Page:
You have the best of intentions of choosing thoughtful, practical gifts. So why do all your clients get the same cheesy keyring with your contact information printed on it? In this world of overconsumption, who wants to clutter up their brand new house with useless tchotchkes?
And, in a world increasingly dominated by Kindles and iPads, there’s some downright homey about a real book on a shelf.
The first items I pack when moving are my books. In fact, before I’m even sure I’m going to move, I first try to purge and donate as many books as I can, knowing I’m going to have to pack the rest. And they certainly aren’t the first things to be unpacked when I’m setting up in a new space. What does that give me? A long timespan living with empty bookcases. What could be more satisfying than sliding a new book that reflects my ambitions for my new home onto those empty shelves?
Consider the books on this list—paired with some hard-to-shop-for personality types—as a jumping-off point for finding the perfect literary closing gift for your clients.
And when you find the perfect book, be sure to leave a handwritten note congratulating the new homeowners (including your phone number or e-mail address) on the front flyleaf. Then, when they start looking through their bookcases for donations before their next move, they’ll remember your thoughtfulness, and know just how to reach you.
Perfect for artists wondering how to decorate their new, empty loft space:
The Art of Living (Random House, 2009, $65)
Accompanied by stunning photography from Barbel Miebach, Claudia Steinberg writes about how famous artists decorate their homes.
Perfect for young couples who just bought their first little fixer-upper:
Sugarhouse: Turning the Neighborhood Crack House Into Our Home Sweet Home (Houghton Mifflin Harcourt, 2012, $14.95)
Matthew Batt’s memoir about finding, purchasing and fixing a sort-of, maybe-someday perfect house in Salt Lake City with his wife was one of my must-reads for the summer.
Perfect for parents of reluctant movers ages 5-10:
Alexander, Who’s Not (Do You Hear Me? I Mean It!) Going to Move (Simon & Schuster, 1995, $17.99)
Judith Viorst, adored by parents and kids alike for her Alexander book series (beginning with the lyrical Alexander and the Terrible, Horrible, No Good, Very Bad Day) tackles the pain of moving from a frustrated boy’s perspective in this award-winning childrens’ book.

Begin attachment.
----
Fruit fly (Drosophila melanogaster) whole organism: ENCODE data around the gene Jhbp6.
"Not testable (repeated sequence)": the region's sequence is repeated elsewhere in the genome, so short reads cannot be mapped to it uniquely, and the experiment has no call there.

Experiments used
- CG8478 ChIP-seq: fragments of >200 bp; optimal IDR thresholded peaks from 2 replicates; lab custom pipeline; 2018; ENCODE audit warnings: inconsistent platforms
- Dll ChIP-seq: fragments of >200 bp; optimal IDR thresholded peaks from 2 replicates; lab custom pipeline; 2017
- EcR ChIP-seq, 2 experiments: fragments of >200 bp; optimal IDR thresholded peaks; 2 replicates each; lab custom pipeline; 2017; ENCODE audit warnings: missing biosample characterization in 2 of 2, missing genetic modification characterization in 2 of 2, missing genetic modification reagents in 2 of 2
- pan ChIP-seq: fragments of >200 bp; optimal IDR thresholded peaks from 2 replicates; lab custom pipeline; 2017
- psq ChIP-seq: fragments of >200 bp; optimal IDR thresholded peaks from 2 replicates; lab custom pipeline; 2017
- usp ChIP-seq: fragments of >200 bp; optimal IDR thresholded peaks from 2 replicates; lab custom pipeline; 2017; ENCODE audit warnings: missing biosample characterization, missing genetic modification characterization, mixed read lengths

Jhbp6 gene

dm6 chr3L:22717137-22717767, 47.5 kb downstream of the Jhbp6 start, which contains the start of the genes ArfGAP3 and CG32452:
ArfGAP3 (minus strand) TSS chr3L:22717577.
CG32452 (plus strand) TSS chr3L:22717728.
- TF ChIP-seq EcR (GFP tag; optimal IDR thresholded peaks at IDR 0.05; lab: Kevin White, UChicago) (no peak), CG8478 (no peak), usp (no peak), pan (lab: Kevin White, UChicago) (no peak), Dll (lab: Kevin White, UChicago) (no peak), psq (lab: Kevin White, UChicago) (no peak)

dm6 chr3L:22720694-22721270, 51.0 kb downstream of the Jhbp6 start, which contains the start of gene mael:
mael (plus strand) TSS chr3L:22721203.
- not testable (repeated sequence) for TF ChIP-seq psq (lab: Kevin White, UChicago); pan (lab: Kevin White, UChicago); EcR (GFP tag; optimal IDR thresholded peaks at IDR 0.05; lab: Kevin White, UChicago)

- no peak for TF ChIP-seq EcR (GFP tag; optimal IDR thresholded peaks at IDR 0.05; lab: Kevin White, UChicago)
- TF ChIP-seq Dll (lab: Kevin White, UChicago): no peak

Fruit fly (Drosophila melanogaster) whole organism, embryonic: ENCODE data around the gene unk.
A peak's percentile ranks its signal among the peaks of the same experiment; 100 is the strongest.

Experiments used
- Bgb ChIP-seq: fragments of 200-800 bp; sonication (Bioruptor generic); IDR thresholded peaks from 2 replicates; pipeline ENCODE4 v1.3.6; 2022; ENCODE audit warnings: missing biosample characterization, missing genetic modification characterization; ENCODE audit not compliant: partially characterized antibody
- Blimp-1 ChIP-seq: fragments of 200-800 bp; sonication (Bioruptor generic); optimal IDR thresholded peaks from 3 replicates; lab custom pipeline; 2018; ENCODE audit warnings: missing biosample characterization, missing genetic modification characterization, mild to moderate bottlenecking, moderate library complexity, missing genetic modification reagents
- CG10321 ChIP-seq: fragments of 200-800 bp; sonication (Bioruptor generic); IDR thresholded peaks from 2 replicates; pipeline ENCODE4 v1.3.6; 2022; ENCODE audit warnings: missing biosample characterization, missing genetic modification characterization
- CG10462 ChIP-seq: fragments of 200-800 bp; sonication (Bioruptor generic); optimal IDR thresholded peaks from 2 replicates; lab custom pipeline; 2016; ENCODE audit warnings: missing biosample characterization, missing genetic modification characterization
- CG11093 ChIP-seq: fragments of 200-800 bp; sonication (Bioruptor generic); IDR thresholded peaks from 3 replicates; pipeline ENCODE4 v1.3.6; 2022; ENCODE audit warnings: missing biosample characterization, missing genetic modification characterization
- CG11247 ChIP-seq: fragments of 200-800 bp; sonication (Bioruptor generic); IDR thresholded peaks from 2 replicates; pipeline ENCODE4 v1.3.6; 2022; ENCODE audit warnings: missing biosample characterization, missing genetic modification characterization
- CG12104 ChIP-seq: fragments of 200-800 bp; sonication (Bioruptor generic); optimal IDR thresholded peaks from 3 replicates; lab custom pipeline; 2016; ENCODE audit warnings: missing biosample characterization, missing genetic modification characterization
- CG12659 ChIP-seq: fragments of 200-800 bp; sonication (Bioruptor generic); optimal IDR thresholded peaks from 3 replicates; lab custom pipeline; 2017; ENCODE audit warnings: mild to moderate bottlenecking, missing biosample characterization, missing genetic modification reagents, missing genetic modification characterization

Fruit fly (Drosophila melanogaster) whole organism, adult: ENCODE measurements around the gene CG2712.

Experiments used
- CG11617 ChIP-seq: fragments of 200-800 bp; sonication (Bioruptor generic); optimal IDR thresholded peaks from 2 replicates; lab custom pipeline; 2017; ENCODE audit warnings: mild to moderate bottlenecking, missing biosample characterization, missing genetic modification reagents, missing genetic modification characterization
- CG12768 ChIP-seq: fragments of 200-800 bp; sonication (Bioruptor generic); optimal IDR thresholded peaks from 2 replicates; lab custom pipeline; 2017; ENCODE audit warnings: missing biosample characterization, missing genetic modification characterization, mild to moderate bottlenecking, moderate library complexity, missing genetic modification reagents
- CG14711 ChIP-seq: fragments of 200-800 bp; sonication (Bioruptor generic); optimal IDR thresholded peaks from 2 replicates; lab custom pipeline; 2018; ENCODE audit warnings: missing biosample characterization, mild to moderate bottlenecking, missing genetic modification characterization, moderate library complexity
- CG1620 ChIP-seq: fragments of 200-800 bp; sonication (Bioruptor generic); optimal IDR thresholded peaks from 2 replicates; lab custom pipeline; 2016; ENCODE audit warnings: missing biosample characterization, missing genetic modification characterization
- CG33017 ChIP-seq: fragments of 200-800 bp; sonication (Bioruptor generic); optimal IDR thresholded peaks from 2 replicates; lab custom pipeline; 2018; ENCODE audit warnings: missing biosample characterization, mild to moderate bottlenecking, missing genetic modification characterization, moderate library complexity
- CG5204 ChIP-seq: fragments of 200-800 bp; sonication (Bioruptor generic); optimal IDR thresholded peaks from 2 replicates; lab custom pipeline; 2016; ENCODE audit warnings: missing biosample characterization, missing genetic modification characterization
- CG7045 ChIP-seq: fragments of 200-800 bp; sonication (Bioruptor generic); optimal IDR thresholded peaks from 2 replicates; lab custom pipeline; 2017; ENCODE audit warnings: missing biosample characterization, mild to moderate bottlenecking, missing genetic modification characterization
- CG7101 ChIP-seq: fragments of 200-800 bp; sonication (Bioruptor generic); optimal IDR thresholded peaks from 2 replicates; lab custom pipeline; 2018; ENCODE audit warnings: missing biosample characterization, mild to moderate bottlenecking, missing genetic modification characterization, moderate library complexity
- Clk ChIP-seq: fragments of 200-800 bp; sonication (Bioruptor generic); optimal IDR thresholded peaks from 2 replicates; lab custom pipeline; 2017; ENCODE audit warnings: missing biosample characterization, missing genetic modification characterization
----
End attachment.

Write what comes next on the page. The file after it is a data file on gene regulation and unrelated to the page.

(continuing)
Perfect for urbanites who are A-OK with their tiny galley kitchen:
Takeout Menus (Knock Knock, $20)
This handy organizer touts itself as the “modern-day recipe box” and contains not only space for menus, but helpful labels for categorizing and rating them.
Perfect for perfectionists on tenterhooks:
Martha Stewart’s Homekeeping Handbook: The Essential Guide to Caring for Everything in Your Home (Crown Publishing, 2006, $45)
Martha takes readers room by room to point out all of the items they hadn’t thought about before, and explains how they’ve been cleaning/maintaining/using them wrong this whole time.
Perfect for DIY scrapbookers excited to explore the meaning of home:
Crafting a Meaningful Home (STC Craft, 2010, $24.95)
Author Meg Mateo Ilasco tells the stories of designers who came up with and executed extraordinary but affordable projects to celebrate their families and their homes, followed by tutorials for those who wish to follow their leads.
Perfect for husbands and dads who’ve just acquired a semi-finished basement:
The Man Cave Book (Harper Perennial, 2011, $14.99)
Jeff Wilser and Michael H. Yost explore and display the many different types of man caves, offering advice on how to create a testosterone-friendly space of one’s own.
Perfect for elegant, confident socialites:
The Hostess Diary (Chronicle Books, 2006, $16.95)
This is less of a how-to and more of a neat and pretty method for remembering which dish went over so well at that last brunch, and what to keep in mind for next time.
Happy shopping, and do take a moment to share your favorite housewarming books in the comment section below.